Before this, she worked for Banner Health for over 30 years. She led the Banner Health Safe Patient Handling and Falls Prevention team. She developed and worked with a Banner team on validating and implementing the bedside mobility assessment tool for nurses, or BMAT. And she has authored two articles on the BMAT. She is certified by the Association of Safe Patient Handling Professionals. She’s presented at numerous conferences, including the 2017 National Fall Prevention Conference on mobility is a fall prevention intervention and at the 2016 Greenhouse Long-Term Care Conference on meaningful life and mobility safe lifting practices. So to say the least, she is definitely a well-recognized expert in the area of falls and fall prevention, and we are delighted to have her today.
Schenk: Yeah, Teresa, welcome to the show.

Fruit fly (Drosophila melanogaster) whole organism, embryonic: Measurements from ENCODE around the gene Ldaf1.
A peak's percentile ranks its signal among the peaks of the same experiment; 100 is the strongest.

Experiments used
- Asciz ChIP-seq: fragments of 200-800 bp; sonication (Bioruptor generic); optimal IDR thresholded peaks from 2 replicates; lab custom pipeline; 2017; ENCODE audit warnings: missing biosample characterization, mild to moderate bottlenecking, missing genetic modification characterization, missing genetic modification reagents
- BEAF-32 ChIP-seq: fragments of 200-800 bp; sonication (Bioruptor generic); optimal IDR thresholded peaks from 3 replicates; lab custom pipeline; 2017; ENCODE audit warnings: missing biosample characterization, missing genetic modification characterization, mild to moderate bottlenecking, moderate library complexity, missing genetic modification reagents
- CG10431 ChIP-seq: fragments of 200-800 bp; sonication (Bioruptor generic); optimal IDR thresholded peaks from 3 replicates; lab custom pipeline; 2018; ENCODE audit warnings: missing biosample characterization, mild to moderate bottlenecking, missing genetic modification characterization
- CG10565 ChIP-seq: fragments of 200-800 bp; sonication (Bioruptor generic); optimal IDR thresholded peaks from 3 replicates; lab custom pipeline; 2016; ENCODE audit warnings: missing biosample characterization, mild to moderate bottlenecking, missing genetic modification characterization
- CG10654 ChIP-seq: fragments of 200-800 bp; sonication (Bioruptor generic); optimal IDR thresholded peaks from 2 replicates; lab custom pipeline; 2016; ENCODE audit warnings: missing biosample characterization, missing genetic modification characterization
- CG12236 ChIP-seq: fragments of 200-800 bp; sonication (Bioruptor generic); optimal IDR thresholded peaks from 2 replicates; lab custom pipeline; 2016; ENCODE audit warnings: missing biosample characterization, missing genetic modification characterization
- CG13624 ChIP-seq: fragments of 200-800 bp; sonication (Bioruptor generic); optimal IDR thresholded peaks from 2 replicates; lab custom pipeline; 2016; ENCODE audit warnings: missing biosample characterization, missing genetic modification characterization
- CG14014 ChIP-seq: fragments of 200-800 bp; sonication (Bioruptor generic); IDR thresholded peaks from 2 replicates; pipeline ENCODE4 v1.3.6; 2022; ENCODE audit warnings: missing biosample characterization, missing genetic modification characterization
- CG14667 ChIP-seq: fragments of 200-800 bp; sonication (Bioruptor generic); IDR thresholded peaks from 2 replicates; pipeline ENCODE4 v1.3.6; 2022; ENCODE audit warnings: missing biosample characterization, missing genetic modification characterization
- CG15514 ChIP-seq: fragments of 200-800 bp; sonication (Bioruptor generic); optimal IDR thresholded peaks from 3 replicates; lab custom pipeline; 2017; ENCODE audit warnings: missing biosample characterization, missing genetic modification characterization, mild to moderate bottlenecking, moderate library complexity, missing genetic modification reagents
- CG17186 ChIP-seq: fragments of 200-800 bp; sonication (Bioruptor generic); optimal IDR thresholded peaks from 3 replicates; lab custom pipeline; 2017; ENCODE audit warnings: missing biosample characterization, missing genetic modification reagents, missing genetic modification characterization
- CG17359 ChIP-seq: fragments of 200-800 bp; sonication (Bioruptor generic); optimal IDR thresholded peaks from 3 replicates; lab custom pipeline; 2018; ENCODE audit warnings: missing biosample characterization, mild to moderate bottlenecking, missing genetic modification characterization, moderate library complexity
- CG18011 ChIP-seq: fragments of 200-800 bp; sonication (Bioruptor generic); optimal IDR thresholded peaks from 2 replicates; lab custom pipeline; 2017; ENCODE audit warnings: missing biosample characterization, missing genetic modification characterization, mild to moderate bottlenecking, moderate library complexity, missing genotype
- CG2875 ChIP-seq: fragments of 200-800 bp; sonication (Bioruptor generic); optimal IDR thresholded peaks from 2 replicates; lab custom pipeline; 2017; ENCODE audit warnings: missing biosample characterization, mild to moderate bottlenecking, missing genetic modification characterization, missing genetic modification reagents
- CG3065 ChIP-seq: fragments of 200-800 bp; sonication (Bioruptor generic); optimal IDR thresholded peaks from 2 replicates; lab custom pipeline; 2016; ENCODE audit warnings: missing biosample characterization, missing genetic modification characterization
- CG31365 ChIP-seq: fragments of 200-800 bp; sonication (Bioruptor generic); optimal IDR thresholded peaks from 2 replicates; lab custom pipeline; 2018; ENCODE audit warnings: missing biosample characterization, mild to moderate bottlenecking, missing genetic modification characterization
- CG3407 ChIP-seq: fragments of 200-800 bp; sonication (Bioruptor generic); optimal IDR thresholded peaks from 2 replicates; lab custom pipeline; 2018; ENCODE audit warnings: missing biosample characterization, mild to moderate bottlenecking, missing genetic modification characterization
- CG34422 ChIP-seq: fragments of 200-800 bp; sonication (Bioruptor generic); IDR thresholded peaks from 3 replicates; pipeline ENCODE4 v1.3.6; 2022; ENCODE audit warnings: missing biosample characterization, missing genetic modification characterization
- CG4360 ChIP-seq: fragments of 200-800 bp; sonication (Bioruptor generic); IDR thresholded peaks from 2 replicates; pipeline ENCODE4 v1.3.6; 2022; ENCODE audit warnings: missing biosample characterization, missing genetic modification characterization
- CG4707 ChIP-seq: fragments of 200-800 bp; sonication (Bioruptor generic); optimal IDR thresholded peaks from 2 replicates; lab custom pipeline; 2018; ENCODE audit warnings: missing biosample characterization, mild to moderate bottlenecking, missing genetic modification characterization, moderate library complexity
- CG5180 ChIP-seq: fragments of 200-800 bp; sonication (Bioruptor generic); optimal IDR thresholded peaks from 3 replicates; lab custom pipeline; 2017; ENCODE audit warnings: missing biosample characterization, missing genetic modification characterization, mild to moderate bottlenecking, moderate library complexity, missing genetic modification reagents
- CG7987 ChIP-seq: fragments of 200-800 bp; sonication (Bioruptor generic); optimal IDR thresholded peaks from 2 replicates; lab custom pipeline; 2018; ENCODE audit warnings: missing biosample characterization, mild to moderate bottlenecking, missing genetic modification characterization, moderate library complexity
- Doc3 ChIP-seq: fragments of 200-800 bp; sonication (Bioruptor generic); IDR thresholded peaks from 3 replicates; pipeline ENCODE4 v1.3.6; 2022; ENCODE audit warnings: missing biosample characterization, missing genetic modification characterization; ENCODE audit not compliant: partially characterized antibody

Teresa: Thank you.
Schenk: Great. So Teresa, as we mentioned before we brought you on, one of the most if not the most common injury that we see as attorneys is injuries from falls in nursing homes. And so we were really happy you agreed to come on and talk about the different aspects of fall risks in nursing home residents. And I think the first general question that we have for you today is why is the senior population more at risk than the general population for falls in the first place, whether or not they’re in a nursing home? Why is that?